I can already feel the younger fingertips that have casually flicked through this edition of Gallery change gear and hurriedly brush this page aside. Such is the dire state of political engagement with young people today, for which I can vouch with my teenage years being void of any political discussion or education, we knowingly deflect anything to do with how our lives are governed and destinies determined.
Wait – no education?! We’ll get to that.
But first, as you have valiantly resisted the societal impulse to ignore anything political, I will reward you with an anecdote about my first Personal, Social and Health Education “PSHE” lesson.
I remember it like it was yesterday: a mysterious overturned poster occupied a patch of carpet in the center of a circle of chairs – remember circle time? – sat upon by a class of excitable year 6 students about to have their minds blown. (I’m aware this is a political article and I urge you to bear with me.)
We were unprepared by our teacher’s introduction to the subject; that these weekly hour-long sessions were to teach us important lessons about growing up, our personal health and social responsibilities.
I remember this first lesson so vividly because after the laminated poster was flipped, revealing the anatomical diagram on the other side, the class erupted in to unending fits of raucous laughter. I laughed so hard and cried so hysterically that I can still picture the expression of genuine concern my teacher wore when looking at me; I can even picture the illustration of the dangly extremity that caused it. (I said bear with me…)
Subject matter and behaviour in PSHE at secondary school differed. Humour dared not rear its red face when discussing relationships and sex, which we continued to do as a class wrapped around graphic diagrams week in week out.
So, if the educative powers that be thought me mature enough to be taught about and to discuss the birds and the bees, why was the entirety of my political education contained within just one of these sessions?
The schools in which you are taught English to speak and write; Science to test and understand the world around us; Home Economics to eat and live; Mathematics to… memorise quadratic formulae (?); could surely stretch to educating students as to what will decide the quality, direction and lawfulness of the lives they are to lead?
While we are at it, why could I not name a UK political party until past my teens; why can I still not name more than three deputies; why do my colleagues know more about the political intricacies of FIFA’s government than their own and how did we get to the stage where the latest political developments in Game of Thrones are more worthy of conversation than the Conservative’s reelection on a manifesto pledge to abolish the Human Rights Act?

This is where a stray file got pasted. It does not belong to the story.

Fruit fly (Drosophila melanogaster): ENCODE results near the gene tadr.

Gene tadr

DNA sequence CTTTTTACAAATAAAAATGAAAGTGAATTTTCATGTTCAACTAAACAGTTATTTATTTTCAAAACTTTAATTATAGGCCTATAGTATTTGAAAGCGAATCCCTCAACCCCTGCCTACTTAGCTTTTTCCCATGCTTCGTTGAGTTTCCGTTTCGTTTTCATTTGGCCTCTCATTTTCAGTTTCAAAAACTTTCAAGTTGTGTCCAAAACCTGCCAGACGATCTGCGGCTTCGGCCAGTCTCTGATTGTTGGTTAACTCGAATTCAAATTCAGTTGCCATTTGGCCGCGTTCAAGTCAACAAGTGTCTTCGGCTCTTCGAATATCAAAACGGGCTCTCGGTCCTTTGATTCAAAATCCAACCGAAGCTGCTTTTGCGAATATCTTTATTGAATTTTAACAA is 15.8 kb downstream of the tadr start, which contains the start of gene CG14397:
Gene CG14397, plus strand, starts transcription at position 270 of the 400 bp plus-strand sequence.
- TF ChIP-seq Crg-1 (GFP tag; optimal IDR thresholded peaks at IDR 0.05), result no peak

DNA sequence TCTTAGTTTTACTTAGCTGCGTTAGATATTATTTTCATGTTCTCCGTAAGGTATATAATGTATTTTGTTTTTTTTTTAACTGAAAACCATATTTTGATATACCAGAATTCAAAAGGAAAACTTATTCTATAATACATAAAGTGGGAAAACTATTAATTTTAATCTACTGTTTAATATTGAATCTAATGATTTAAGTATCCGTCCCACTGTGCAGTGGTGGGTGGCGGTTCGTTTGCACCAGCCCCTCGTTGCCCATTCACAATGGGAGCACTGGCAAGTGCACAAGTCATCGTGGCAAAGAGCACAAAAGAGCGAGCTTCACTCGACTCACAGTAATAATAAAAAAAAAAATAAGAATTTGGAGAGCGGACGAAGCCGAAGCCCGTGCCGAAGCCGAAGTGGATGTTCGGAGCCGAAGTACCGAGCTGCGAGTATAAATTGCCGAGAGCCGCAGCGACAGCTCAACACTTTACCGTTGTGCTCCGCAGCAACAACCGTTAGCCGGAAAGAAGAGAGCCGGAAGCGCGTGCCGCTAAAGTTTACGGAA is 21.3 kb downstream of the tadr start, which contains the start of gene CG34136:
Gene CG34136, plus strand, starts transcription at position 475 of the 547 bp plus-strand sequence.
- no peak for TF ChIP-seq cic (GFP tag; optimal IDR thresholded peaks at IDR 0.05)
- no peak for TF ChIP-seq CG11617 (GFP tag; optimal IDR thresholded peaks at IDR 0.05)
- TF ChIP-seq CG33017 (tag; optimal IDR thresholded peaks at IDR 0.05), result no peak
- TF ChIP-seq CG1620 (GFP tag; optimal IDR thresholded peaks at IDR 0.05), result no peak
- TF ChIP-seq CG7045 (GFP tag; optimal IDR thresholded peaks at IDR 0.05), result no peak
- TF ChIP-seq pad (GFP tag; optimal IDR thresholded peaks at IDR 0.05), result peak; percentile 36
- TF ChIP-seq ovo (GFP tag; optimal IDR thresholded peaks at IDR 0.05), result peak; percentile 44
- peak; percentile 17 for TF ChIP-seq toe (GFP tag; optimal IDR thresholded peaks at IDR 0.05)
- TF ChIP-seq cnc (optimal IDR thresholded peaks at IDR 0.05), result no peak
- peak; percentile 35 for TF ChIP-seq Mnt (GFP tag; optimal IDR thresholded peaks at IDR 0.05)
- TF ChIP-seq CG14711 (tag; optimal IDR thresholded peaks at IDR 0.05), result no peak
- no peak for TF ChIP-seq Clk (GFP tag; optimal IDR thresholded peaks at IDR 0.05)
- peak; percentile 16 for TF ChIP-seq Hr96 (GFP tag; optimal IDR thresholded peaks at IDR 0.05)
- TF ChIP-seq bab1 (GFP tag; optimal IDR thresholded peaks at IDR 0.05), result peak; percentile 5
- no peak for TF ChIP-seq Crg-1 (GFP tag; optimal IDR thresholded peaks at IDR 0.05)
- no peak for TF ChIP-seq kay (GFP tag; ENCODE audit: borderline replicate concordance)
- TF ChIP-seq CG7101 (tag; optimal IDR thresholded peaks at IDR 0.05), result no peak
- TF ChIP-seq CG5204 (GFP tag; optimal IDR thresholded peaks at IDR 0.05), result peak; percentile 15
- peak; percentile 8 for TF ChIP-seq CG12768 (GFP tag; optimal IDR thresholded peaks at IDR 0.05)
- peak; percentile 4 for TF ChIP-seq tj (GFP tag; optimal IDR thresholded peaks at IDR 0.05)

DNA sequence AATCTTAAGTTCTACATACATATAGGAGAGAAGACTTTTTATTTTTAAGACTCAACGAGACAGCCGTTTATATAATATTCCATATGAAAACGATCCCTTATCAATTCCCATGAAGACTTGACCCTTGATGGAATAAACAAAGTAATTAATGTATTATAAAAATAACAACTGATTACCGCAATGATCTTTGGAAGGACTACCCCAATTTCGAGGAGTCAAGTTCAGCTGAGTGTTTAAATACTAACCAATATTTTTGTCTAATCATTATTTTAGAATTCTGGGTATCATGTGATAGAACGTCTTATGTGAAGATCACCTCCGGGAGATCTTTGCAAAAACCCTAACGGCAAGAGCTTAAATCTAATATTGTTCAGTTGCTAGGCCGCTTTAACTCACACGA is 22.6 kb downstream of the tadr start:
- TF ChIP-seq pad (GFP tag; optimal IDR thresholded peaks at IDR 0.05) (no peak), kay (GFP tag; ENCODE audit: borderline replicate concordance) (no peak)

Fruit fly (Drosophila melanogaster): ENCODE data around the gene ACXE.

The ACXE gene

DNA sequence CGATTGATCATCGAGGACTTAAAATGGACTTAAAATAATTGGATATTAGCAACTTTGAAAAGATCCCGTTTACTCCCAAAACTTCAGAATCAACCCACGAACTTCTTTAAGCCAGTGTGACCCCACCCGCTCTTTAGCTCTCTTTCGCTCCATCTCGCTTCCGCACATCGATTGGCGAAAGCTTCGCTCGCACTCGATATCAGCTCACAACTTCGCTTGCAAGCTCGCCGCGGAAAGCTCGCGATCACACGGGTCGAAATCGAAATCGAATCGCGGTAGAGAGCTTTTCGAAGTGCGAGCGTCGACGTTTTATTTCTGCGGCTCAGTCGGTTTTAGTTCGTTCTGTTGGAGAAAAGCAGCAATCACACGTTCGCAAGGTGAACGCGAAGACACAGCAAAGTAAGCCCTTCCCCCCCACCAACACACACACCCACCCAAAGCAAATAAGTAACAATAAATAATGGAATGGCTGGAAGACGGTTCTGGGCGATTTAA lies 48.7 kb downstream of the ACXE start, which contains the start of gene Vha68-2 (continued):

It’s not just a cheap journalistic remark to say there are no easy answers to these questions. The cynic in me suspects the language used by those in power is purposefully opaque – honestly, who under the age of 21 knew what austerity meant before it saturated the political discourse? – and the now-wavering optimist that makes up the rest of me thinks we islanders just aren’t that bothered.
I made these points to a fellow Guernseyman over an overpriced beer or seven. He declared himself as having ‘no interest in politics whatsoever’ but was particularly riled over the proposed implementation of a paid parking system locally. Recklessly emboldened by the Breda, I suggested that he had no right to complain about political decisions if he chose not to engage himself politically and at least try to make a difference.
After a cyclical and burpy quarrel my compatriot ceded the point, but not without making one of his own: however would he go about making this ‘difference’?
Before I disclose the sole suggestion I mustered at the time, I have a couple of fresher ones that I have recently resolved to follow:
Read about politics. You’ve already started! Pay attention to the parts of the Guernsey Press dealing with what effects your life before treating yourself to the lighter stories like the Ace Ventura-esque, pigeon-whispering ‘Bird Man.’
Talk about politics. Get talking about local politics with your friends, family, colleagues and even that not-so-nice-smelling guy on the bus. Sometimes it’s only when things are discussed aloud that the ridiculous is discerned (e.g. planning to shut a school with no structural issues and an excellent record of performance against the advice of teachers, parents and students alike).
Contribute politically. “Woah there!” I hear you shout, “How on earth am I supposed to do that?!” Speak to your deputy, write to the press and use Facebook and Twitter for good instead of evil*.
*For ‘evil,’ read: pictures of your hateful pets, links to weepy videos and maps of how far you ran and I didn’t run whilst eating macaroons and cheesecake this evening (MORNING – there, I said it).
I was by no means equipped to advise my beer-buddy at the time; I was stumped!
“Well,” I started, “maybe you could call your deputy?”
His reply was instant.
“I don’t know his name and I don’t like him.” I haven’t laughed so hard since PSHE.